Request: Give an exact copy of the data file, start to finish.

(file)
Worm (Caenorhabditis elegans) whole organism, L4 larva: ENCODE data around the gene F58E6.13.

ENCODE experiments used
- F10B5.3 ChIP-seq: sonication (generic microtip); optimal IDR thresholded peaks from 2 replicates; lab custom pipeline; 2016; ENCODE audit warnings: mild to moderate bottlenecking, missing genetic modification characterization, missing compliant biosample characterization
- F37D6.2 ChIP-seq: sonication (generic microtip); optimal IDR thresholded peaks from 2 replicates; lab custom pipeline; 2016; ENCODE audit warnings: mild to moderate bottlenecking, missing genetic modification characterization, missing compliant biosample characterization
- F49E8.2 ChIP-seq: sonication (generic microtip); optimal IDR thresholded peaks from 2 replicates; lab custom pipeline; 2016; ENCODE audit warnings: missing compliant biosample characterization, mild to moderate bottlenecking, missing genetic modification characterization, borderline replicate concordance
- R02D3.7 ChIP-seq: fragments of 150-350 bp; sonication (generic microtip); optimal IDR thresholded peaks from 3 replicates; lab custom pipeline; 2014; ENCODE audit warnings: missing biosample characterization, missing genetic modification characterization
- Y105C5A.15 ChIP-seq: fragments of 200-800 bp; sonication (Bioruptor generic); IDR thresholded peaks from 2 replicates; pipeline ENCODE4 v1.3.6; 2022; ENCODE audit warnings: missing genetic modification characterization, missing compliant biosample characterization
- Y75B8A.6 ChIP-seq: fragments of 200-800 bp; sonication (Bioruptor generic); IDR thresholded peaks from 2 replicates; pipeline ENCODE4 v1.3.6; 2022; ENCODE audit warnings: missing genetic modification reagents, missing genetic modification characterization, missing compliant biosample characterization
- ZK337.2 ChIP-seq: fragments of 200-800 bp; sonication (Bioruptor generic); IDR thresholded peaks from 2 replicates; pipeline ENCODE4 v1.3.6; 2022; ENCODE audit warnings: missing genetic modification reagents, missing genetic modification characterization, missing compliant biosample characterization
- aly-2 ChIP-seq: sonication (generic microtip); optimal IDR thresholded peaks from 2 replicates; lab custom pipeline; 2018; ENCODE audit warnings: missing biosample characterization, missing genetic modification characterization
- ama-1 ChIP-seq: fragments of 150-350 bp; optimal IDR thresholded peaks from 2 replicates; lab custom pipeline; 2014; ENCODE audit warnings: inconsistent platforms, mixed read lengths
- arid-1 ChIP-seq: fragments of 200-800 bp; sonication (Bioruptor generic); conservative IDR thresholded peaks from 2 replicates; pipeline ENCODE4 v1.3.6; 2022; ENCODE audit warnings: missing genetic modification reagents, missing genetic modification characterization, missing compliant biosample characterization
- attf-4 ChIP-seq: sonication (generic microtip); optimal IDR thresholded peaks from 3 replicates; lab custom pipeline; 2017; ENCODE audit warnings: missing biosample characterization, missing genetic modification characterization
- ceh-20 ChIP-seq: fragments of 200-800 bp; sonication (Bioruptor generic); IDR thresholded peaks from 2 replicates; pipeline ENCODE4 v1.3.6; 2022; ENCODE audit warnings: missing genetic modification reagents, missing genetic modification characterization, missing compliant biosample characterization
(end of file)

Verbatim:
Worm (Caenorhabditis elegans) whole organism, L4 larva: ENCODE data around the gene F58E6.13.

ENCODE experiments used
- F10B5.3 ChIP-seq: sonication (generic microtip); optimal IDR thresholded peaks from 2 replicates; lab custom pipeline; 2016; ENCODE audit warnings: mild to moderate bottlenecking, missing genetic modification characterization, missing compliant biosample characterization
- F37D6.2 ChIP-seq: sonication (generic microtip); optimal IDR thresholded peaks from 2 replicates; lab custom pipeline; 2016; ENCODE audit warnings: mild to moderate bottlenecking, missing genetic modification characterization, missing compliant biosample characterization
- F49E8.2 ChIP-seq: sonication (generic microtip); optimal IDR thresholded peaks from 2 replicates; lab custom pipeline; 2016; ENCODE audit warnings: missing compliant biosample characterization, mild to moderate bottlenecking, missing genetic modification characterization, borderline replicate concordance
- R02D3.7 ChIP-seq: fragments of 150-350 bp; sonication (generic microtip); optimal IDR thresholded peaks from 3 replicates; lab custom pipeline; 2014; ENCODE audit warnings: missing biosample characterization, missing genetic modification characterization
- Y105C5A.15 ChIP-seq: fragments of 200-800 bp; sonication (Bioruptor generic); IDR thresholded peaks from 2 replicates; pipeline ENCODE4 v1.3.6; 2022; ENCODE audit warnings: missing genetic modification characterization, missing compliant biosample characterization
- Y75B8A.6 ChIP-seq: fragments of 200-800 bp; sonication (Bioruptor generic); IDR thresholded peaks from 2 replicates; pipeline ENCODE4 v1.3.6; 2022; ENCODE audit warnings: missing genetic modification reagents, missing genetic modification characterization, missing compliant biosample characterization
- ZK337.2 ChIP-seq: fragments of 200-800 bp; sonication (Bioruptor generic); IDR thresholded peaks from 2 replicates; pipeline ENCODE4 v1.3.6; 2022; ENCODE audit warnings: missing genetic modification reagents, missing genetic modification characterization, missing compliant biosample characterization
- aly-2 ChIP-seq: sonication (generic microtip); optimal IDR thresholded peaks from 2 replicates; lab custom pipeline; 2018; ENCODE audit warnings: missing biosample characterization, missing genetic modification characterization
- ama-1 ChIP-seq: fragments of 150-350 bp; optimal IDR thresholded peaks from 2 replicates; lab custom pipeline; 2014; ENCODE audit warnings: inconsistent platforms, mixed read lengths
- arid-1 ChIP-seq: fragments of 200-800 bp; sonication (Bioruptor generic); conservative IDR thresholded peaks from 2 replicates; pipeline ENCODE4 v1.3.6; 2022; ENCODE audit warnings: missing genetic modification reagents, missing genetic modification characterization, missing compliant biosample characterization
- attf-4 ChIP-seq: sonication (generic microtip); optimal IDR thresholded peaks from 3 replicates; lab custom pipeline; 2017; ENCODE audit warnings: missing biosample characterization, missing genetic modification characterization
- ceh-20 ChIP-seq: fragments of 200-800 bp; sonication (Bioruptor generic); IDR thresholded peaks from 2 replicates; pipeline ENCODE4 v1.3.6; 2022; ENCODE audit warnings: missing genetic modification reagents, missing genetic modification characterization, missing compliant biosample characterization